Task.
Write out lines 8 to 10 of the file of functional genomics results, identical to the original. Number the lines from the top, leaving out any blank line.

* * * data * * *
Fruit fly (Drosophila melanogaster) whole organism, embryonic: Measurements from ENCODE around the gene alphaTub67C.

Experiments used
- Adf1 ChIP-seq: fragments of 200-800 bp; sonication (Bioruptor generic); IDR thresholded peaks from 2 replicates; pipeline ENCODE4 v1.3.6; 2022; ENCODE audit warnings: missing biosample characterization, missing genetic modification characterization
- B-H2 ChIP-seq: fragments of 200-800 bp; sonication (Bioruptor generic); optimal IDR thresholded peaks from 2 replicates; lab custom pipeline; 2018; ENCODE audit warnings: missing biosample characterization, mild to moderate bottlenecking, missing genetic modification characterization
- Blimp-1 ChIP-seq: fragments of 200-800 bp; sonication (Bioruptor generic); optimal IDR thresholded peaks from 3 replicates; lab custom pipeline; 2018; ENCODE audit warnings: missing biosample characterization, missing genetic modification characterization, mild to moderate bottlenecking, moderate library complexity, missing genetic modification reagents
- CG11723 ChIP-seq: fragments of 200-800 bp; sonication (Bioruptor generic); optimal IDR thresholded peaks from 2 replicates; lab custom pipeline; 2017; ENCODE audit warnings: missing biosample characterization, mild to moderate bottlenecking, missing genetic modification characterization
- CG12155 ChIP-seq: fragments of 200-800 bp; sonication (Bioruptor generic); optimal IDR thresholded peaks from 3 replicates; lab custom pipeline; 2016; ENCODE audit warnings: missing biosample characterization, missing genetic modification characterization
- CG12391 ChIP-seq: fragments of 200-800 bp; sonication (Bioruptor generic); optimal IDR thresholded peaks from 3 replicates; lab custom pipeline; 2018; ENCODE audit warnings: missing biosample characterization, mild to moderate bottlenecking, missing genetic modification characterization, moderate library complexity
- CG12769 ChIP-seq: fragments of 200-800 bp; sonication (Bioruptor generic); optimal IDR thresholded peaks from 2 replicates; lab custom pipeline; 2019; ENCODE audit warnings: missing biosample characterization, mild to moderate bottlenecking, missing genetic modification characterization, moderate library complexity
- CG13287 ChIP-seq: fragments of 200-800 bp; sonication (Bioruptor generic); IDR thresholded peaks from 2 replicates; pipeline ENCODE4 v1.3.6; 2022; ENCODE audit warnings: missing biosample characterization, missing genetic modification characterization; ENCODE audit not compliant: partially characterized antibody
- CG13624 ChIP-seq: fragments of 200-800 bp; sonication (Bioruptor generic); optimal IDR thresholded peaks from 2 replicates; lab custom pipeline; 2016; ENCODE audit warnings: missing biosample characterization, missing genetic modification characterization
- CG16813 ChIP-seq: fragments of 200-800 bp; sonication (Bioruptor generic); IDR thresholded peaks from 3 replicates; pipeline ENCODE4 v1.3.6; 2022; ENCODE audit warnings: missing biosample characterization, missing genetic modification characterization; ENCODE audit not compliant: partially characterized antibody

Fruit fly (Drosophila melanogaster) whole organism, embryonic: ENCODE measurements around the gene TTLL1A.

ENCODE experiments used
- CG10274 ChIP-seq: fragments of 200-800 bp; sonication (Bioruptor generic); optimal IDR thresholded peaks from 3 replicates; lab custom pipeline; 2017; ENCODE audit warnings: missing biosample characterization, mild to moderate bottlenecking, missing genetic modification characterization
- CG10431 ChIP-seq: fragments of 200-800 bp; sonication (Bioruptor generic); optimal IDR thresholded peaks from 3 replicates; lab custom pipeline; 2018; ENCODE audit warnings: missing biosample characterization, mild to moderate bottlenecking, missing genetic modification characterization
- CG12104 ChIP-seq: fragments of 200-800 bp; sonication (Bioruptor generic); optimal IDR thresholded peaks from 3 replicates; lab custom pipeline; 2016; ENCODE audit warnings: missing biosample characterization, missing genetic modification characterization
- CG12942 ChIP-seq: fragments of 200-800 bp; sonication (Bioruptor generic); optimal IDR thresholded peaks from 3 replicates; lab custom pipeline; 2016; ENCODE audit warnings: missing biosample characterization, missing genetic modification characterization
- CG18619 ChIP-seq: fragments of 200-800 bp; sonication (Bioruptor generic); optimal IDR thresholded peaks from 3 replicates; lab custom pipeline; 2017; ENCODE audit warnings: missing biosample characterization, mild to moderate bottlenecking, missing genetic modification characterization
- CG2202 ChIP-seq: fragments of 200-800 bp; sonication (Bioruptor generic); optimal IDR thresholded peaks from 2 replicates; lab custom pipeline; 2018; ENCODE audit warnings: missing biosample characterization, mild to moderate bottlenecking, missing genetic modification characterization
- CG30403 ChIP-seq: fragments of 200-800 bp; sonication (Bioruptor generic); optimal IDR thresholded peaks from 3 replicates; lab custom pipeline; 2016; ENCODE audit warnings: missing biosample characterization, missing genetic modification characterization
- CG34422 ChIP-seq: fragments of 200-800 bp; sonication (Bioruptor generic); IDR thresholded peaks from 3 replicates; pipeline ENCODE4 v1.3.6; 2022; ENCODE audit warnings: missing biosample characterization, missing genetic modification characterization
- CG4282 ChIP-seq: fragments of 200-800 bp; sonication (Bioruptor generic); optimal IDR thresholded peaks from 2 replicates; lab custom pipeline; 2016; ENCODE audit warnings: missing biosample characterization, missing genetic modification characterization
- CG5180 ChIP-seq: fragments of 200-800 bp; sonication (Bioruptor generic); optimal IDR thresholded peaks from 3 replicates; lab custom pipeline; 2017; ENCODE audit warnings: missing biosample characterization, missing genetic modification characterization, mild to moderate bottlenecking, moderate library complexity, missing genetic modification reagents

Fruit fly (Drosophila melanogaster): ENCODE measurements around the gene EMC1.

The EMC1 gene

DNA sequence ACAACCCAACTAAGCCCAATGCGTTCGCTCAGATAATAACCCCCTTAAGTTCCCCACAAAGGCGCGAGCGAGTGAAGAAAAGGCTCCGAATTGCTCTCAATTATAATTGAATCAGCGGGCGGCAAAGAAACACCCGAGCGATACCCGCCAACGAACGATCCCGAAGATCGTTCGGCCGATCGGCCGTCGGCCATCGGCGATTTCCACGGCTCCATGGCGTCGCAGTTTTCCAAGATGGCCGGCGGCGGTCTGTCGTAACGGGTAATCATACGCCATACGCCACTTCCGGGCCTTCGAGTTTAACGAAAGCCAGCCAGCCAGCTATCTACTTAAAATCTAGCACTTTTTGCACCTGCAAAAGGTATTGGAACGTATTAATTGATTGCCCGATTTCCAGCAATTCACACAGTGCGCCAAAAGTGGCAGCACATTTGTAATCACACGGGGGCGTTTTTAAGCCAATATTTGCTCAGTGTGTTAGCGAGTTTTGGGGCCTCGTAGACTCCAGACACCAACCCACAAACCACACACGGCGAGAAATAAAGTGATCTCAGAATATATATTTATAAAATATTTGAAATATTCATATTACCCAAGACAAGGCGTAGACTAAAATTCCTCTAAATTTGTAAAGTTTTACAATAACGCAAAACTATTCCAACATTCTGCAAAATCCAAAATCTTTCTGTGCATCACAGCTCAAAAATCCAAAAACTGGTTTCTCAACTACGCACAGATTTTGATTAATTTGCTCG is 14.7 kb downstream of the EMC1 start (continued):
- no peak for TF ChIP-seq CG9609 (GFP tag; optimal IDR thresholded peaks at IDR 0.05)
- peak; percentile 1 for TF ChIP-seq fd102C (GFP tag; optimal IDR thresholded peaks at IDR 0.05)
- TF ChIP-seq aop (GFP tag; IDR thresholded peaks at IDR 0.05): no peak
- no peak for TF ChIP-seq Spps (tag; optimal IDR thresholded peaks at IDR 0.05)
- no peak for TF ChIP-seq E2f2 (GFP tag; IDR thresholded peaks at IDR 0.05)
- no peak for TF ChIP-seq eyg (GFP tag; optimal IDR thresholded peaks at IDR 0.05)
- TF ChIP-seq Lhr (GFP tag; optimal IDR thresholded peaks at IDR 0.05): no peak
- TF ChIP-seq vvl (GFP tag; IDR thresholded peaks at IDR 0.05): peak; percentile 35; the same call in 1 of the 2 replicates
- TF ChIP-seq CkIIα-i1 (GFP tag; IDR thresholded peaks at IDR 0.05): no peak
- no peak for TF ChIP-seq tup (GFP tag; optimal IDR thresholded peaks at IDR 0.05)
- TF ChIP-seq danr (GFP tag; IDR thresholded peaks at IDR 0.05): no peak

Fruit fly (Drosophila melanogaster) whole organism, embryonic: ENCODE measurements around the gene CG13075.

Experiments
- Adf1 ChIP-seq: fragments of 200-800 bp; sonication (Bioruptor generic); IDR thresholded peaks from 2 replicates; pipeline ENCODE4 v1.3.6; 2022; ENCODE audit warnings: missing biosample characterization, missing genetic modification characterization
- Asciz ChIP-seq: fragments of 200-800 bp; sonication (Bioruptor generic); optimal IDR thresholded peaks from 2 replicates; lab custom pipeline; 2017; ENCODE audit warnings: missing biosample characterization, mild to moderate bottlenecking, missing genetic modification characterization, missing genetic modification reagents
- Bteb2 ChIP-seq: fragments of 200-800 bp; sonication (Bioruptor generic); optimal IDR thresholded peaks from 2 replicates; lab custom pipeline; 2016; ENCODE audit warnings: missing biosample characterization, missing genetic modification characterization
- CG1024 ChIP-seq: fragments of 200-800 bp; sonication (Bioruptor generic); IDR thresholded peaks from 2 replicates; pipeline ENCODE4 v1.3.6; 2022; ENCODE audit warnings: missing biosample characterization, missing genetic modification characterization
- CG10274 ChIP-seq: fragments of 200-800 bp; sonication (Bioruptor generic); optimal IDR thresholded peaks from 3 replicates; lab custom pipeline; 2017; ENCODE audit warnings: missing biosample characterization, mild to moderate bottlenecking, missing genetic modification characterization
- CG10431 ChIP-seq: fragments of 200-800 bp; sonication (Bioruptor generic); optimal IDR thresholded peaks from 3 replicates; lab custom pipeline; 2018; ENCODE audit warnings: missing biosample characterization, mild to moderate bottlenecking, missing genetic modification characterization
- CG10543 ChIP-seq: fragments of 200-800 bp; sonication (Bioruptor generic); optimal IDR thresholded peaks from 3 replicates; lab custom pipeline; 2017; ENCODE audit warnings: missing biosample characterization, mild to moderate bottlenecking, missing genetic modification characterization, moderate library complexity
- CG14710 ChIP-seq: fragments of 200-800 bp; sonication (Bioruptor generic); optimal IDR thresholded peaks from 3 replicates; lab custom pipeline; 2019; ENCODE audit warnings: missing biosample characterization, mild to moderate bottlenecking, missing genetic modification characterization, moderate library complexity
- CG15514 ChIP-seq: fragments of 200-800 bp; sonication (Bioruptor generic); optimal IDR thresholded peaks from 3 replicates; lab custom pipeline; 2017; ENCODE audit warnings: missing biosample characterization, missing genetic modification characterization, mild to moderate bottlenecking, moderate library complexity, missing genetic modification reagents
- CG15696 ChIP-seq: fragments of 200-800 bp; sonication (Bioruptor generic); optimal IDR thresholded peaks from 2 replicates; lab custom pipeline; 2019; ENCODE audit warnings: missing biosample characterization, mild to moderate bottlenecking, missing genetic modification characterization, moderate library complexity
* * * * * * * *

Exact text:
- CG12391 ChIP-seq: fragments of 200-800 bp; sonication (Bioruptor generic); optimal IDR thresholded peaks from 3 replicates; lab custom pipeline; 2018; ENCODE audit warnings: missing biosample characterization, mild to moderate bottlenecking, missing genetic modification characterization, moderate library complexity
- CG12769 ChIP-seq: fragments of 200-800 bp; sonication (Bioruptor generic); optimal IDR thresholded peaks from 2 replicates; lab custom pipeline; 2019; ENCODE audit warnings: missing biosample characterization, mild to moderate bottlenecking, missing genetic modification characterization, moderate library complexity
- CG13287 ChIP-seq: fragments of 200-800 bp; sonication (Bioruptor generic); IDR thresholded peaks from 2 replicates; pipeline ENCODE4 v1.3.6; 2022; ENCODE audit warnings: missing biosample characterization, missing genetic modification characterization; ENCODE audit not compliant: partially characterized antibody